Garrison isn’t so certain. He says that just as some vulva owners can squirt and some can’t, some vulva owners get clitoral erections and some don’t.

“Whether you get hard-ons or not, your bod is normal/natural/healthy,” he says.

Yep, many things!

As Garrison explains, “really anything that makes you hornier can make the erection stronger or more pleasurable.”

A few suggestions are below.

Touch it!

The clit, like the penis, is at its most sensitive when you’re aroused. And if you have a clitoral erection, chances are you’re horny. So go ahead and touch it.

“There’s no wrong way to touch an erect clit,” Garrison says.

To find what feels best, experiment with:

  • tapping it
  • moving your fingers around it in clockwise and counterclockwise circles
  • stroking it up and down or side to side
  • touching the sides of it

Use a sex toy

“The Lelo Sona Cruise or Womanizer use suction technology to stimulate and increase blood flow to the clit,” Garrison says, adding that this can strengthen the erection.

For vulva owners on testosterone, Garrison recommends trying the Buck Off Sleeve, which is a masturbation sleeve made especially for trans men and nonbinary folks taking testosterone.

“It allows you to jerk off the clit in a similar way that you would with a Fleshlight or any other penile masturbation sleeve,” he says.

Experiment with edging

Edging is the practice of stopping yourself from reaching orgasm right before you’re about to get off over and over in order to make the final orgasm better.

“Edging will increase the amount of time you have a clitoral erection and make it stronger,” Jeffcoat says.

See a pelvic floor therapist

Because the pelvic floor plays a role in all sexual functioning, Jeffcoat notes that “making sure your pelvic floor muscles are strong and healthy can also help.”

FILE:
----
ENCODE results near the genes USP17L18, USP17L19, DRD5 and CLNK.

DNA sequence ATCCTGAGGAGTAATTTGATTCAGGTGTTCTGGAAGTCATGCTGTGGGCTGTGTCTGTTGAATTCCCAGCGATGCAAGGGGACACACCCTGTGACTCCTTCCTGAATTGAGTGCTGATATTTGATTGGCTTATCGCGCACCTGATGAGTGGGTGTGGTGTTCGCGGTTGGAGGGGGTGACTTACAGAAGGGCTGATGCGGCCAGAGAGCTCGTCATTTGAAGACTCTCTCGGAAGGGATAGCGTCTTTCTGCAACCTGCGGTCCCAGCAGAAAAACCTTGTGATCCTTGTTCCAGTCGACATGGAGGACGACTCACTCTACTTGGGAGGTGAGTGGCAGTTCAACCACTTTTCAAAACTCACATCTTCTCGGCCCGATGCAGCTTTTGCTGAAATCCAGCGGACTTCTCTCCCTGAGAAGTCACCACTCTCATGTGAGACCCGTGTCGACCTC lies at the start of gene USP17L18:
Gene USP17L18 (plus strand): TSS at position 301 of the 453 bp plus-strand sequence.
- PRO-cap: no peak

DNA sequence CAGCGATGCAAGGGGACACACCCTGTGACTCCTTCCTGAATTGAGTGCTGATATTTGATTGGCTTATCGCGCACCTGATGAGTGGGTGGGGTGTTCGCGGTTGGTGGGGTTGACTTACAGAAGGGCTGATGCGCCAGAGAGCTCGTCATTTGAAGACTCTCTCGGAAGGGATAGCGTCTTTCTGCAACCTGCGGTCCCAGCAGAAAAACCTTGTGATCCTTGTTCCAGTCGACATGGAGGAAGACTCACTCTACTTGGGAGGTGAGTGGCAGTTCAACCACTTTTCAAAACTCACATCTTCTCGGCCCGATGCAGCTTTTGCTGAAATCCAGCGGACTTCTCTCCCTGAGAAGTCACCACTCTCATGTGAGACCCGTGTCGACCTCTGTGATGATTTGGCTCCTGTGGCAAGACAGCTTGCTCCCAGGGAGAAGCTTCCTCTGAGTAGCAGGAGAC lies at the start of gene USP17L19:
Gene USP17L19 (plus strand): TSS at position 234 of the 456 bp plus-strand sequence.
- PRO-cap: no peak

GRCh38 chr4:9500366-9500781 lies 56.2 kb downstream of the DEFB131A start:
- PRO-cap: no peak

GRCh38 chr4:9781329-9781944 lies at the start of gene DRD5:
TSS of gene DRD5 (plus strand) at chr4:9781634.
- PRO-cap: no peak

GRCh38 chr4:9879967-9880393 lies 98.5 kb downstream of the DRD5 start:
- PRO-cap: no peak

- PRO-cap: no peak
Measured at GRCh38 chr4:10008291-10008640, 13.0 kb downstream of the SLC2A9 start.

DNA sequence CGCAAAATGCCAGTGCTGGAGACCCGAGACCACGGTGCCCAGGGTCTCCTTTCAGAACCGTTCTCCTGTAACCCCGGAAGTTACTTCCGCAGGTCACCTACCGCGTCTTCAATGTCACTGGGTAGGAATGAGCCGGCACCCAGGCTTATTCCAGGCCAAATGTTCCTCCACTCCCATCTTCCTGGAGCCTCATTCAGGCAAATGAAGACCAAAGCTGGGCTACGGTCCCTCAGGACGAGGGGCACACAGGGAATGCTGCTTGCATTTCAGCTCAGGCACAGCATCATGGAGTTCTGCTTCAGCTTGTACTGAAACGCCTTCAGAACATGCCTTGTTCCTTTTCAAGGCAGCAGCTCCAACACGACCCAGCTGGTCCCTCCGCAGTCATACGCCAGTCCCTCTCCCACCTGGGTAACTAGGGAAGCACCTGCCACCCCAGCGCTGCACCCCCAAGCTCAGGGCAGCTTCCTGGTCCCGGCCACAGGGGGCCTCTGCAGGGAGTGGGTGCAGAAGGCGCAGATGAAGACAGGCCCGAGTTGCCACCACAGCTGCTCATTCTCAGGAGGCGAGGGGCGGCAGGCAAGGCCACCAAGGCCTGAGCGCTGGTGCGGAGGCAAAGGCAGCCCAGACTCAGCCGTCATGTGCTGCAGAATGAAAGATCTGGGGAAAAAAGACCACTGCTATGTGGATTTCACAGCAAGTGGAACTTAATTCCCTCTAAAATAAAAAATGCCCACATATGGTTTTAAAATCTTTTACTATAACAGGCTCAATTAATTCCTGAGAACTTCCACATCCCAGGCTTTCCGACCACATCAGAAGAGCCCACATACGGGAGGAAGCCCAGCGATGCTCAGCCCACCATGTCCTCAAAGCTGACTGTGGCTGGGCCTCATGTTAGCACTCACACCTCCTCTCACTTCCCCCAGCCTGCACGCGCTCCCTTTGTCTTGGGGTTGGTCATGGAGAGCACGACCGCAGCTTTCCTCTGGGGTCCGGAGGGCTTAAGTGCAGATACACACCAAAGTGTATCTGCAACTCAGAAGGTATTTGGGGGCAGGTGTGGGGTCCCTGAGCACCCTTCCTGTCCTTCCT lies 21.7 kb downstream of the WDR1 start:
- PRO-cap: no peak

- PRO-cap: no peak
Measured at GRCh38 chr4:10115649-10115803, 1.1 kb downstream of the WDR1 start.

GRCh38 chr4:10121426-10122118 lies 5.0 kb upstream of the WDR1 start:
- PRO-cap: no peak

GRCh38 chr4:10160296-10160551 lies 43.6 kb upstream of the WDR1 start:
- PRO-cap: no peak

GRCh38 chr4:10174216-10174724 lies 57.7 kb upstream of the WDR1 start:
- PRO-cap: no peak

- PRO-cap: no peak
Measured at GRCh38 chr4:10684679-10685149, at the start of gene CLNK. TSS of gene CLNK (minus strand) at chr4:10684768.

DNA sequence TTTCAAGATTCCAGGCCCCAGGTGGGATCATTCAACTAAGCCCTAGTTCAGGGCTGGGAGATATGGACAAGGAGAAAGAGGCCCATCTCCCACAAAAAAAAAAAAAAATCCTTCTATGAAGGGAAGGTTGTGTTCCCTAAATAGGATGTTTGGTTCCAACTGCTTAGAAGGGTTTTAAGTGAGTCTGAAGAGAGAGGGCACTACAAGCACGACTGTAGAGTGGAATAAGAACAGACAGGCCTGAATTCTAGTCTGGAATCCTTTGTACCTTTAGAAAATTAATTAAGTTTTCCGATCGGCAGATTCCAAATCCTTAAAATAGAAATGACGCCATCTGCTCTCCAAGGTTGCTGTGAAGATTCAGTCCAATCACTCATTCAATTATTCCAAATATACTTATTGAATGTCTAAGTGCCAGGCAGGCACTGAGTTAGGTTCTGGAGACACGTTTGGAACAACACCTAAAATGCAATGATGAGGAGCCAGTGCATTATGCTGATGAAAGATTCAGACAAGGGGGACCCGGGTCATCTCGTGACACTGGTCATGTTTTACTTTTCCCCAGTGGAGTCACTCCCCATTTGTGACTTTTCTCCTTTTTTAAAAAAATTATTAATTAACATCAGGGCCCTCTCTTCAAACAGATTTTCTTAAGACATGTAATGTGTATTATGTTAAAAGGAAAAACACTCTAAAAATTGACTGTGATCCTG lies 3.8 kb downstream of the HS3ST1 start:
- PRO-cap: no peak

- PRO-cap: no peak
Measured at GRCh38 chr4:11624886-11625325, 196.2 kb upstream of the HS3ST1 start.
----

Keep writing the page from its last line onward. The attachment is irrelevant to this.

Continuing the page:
Note: This doesn’t mean doing Kegels all willy-nilly. It means visiting a pelvic floor therapist who can assess the health of your pelvic floor and give you at-home exercises to try if needed to support its health.

Find a qualified pelvic floor therapist at this directory, courtesy of the American Physical Therapy Association.

Live an otherwise healthy lifestyle

“Clit erections rely on vasocongestion, or blood flow,” Garrison says.

So, things that support healthy blood flow, like a balanced diet, regular exercise, and not smoking or drinking, will help make your hard-on better, he says.

While getting a clitoral erection is a normal and healthy response to being aroused, it isn’t something that should be happening in the absence of sexual stimulation.

If it does, it may be a sign of persistent genital arousal disorder (PGAD) or priapism.

PGAD is a condition that can result in folks being aroused and having a clitoral erection even when there isn’t any physical, visual, aural, or other sexual stimulation happening.

This can be really disruptive to your daily life, Jeffcoat says.

“Priapism is when there’s an erection, but there’s zero sexual arousal,” Garrison says. “Usually the erections last 4 or more hours and can become painful.”

There are many possible causes for these conditions, but the most common include:

In both cases, sex therapist Angela Watson (aka Doctor Climax) says you should seek medical attention.

“In addition to being painful, prolonged clitoral erection can result in scar tissue [that] can form underneath the clitoris that is very difficult to remove,” she says.

Isn’t the clit spectacular?

When you’re aroused, it can become hard, extra sensitive, and pretty and pink in color. So long as the erection isn’t spontaneous, painful, or seriously long lasting, just enjoy it!


Gabrielle Kassel is a New York–based sex and wellness writer and CrossFit Level 1 Trainer. She’s become a morning person, tested over 200 vibrators, and eaten, drunk, and brushed with charcoal — all in the name of journalism. In her free time, she can be found reading self-help books and romance novels, bench-pressing, or pole dancing. Follow her on Instagram.